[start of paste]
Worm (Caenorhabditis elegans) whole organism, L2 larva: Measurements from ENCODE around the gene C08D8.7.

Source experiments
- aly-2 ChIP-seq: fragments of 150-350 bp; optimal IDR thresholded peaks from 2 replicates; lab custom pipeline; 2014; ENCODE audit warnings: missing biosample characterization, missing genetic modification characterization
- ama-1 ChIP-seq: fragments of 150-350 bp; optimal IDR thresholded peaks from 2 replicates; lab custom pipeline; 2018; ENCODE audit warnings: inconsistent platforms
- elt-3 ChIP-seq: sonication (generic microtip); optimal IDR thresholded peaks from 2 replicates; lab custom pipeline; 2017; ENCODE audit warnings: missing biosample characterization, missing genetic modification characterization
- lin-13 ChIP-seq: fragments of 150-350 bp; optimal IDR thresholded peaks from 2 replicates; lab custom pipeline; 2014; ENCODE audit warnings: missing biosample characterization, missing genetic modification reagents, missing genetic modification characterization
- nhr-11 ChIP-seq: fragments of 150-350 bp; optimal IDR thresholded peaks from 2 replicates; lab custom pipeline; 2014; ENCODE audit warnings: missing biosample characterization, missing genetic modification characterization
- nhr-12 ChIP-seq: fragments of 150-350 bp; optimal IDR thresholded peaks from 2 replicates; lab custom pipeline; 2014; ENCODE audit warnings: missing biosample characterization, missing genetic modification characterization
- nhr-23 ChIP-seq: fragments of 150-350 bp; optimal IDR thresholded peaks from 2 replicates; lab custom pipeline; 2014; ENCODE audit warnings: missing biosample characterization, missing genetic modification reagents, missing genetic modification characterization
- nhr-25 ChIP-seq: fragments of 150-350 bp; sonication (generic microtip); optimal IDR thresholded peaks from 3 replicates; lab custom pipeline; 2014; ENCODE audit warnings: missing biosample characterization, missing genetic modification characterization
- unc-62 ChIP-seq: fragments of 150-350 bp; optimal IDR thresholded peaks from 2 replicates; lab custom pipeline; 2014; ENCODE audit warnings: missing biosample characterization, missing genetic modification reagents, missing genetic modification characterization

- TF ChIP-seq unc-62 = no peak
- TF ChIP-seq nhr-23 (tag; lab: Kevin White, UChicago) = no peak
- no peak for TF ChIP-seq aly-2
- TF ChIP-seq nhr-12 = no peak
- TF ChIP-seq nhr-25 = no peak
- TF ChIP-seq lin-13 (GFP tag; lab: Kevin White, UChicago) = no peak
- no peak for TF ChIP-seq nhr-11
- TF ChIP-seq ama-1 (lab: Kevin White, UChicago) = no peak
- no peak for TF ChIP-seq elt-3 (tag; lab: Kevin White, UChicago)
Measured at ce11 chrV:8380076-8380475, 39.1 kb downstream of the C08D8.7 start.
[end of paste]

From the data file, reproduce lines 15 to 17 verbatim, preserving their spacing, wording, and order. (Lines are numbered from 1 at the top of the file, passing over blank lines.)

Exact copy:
- TF ChIP-seq nhr-12 = no peak
- TF ChIP-seq nhr-25 = no peak
- TF ChIP-seq lin-13 (GFP tag; lab: Kevin White, UChicago) = no peak